People seem to be forgetting that the CD32 sold very well, so in that respect it was a success and unlike consoles of today Commodore made money on every unit sold from day one, not two years into sales and developers didn't have to pay a stipend to Commodore for every game sold.
You can't look at it from the perspective of an Amiga 1200 or 4000 owner. That isn't who it was made for, you already had AGA games. It was made for non-Amiga owners or owners of older systems who wanted to play the better games without the higher price of a 1200 or 4000.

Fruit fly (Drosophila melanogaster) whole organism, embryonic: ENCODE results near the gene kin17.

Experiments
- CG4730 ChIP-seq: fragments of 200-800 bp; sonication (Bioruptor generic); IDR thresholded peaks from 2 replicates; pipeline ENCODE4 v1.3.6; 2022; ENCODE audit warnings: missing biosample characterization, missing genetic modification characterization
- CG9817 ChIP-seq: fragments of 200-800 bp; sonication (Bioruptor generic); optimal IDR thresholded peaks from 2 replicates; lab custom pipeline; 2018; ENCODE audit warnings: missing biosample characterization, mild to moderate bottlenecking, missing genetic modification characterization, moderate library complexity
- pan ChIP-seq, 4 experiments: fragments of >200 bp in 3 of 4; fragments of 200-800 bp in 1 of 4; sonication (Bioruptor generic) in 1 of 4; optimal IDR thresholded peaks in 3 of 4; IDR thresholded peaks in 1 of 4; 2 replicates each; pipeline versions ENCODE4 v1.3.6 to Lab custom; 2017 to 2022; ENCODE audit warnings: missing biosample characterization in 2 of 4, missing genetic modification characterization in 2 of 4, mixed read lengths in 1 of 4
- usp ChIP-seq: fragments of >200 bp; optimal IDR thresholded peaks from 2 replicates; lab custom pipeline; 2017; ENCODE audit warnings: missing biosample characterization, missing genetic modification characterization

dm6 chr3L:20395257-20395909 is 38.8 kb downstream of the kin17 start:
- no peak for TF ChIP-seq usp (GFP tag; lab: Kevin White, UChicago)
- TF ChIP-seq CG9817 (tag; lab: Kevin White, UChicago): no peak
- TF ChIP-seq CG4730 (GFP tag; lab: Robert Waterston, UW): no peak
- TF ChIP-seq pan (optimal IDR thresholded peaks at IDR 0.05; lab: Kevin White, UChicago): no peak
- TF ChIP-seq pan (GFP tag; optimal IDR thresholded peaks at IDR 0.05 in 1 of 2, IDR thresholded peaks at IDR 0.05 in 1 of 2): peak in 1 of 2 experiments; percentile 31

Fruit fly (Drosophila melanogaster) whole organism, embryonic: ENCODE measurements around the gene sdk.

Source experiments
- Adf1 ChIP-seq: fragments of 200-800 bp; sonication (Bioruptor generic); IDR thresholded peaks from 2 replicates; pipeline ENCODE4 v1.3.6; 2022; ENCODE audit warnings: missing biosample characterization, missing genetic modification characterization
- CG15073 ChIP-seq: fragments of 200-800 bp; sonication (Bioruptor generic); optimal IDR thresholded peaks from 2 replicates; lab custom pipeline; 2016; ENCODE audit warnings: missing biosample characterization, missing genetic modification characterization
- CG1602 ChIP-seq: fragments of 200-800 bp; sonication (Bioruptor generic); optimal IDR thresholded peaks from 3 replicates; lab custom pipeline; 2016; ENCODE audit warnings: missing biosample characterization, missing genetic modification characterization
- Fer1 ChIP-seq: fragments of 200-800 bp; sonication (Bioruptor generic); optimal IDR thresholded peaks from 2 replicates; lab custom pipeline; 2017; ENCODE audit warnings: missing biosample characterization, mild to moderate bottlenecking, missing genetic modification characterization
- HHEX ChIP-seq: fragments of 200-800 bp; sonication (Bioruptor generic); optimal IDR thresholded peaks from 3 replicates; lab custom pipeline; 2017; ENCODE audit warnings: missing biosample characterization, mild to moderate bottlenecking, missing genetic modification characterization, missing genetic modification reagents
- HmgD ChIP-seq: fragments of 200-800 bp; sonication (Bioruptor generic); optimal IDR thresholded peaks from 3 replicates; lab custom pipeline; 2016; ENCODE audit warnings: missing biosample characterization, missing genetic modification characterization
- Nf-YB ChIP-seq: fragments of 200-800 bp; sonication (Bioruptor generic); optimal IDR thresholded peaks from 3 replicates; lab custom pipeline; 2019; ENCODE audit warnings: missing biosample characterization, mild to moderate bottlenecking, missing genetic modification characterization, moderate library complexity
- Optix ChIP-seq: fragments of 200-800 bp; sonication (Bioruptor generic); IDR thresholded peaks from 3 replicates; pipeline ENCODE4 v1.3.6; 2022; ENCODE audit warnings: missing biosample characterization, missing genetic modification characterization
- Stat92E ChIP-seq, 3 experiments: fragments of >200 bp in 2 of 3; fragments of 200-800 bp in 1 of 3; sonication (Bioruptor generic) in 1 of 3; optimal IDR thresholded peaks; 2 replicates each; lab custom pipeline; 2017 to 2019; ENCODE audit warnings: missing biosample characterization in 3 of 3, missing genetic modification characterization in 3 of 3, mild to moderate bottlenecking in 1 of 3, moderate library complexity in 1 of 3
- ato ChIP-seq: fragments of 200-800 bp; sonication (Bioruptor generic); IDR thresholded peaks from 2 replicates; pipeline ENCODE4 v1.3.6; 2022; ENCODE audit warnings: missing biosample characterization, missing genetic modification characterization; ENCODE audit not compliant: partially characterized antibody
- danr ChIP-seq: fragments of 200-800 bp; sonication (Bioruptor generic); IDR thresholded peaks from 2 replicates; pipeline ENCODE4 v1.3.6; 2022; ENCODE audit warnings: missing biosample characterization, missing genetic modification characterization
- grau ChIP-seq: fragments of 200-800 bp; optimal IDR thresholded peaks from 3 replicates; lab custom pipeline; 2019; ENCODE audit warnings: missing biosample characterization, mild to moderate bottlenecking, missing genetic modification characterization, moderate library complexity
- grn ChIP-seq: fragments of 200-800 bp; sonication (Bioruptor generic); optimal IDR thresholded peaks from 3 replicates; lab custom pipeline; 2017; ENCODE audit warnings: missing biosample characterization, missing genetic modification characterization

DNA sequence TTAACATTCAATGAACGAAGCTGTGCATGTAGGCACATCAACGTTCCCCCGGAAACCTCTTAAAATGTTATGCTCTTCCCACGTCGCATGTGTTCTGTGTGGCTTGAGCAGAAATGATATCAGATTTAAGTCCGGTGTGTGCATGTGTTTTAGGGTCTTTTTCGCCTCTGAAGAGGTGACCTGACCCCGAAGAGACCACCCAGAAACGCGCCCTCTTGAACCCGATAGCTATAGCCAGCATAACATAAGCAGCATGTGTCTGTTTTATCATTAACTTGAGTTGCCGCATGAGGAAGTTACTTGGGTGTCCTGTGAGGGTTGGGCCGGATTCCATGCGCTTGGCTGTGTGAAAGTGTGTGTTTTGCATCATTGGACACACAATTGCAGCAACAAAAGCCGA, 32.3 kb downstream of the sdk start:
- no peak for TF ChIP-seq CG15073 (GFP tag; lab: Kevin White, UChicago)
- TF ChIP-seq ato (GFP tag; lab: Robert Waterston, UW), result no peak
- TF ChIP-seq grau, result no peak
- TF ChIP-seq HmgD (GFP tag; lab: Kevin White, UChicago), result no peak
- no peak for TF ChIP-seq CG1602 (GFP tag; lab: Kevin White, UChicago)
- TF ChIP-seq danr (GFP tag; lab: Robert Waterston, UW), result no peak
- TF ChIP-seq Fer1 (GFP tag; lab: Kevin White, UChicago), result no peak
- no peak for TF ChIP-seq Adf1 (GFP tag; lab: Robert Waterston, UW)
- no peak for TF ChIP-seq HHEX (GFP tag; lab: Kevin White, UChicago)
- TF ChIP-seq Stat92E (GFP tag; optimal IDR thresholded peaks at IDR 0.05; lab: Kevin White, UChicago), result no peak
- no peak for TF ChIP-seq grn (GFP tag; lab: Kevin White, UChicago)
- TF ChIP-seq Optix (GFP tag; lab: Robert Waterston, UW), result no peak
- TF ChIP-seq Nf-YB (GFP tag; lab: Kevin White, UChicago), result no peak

Could it have done better if it came out earlier? Of course, anything would. If Commodore was on track, the 1200 and 4000 class machines would have been out around the time of the 3000, instead of the 3000 which offered little additional for people who already owned Amigas at the time.
Problem was, Commodore couldn't make enough of them since they couldnt aford enough parts and suppliers weren't interested in loaning Commodore anymore money. Couple that to the fact that Commodore couldn't get many into the US, it 'failed' simply because they couldnt make anough nor could get enough to markets where it would have sold more. Other than that, it was a decent success.
They were even in use in a line of arcade machines and in Scala's rack mount box.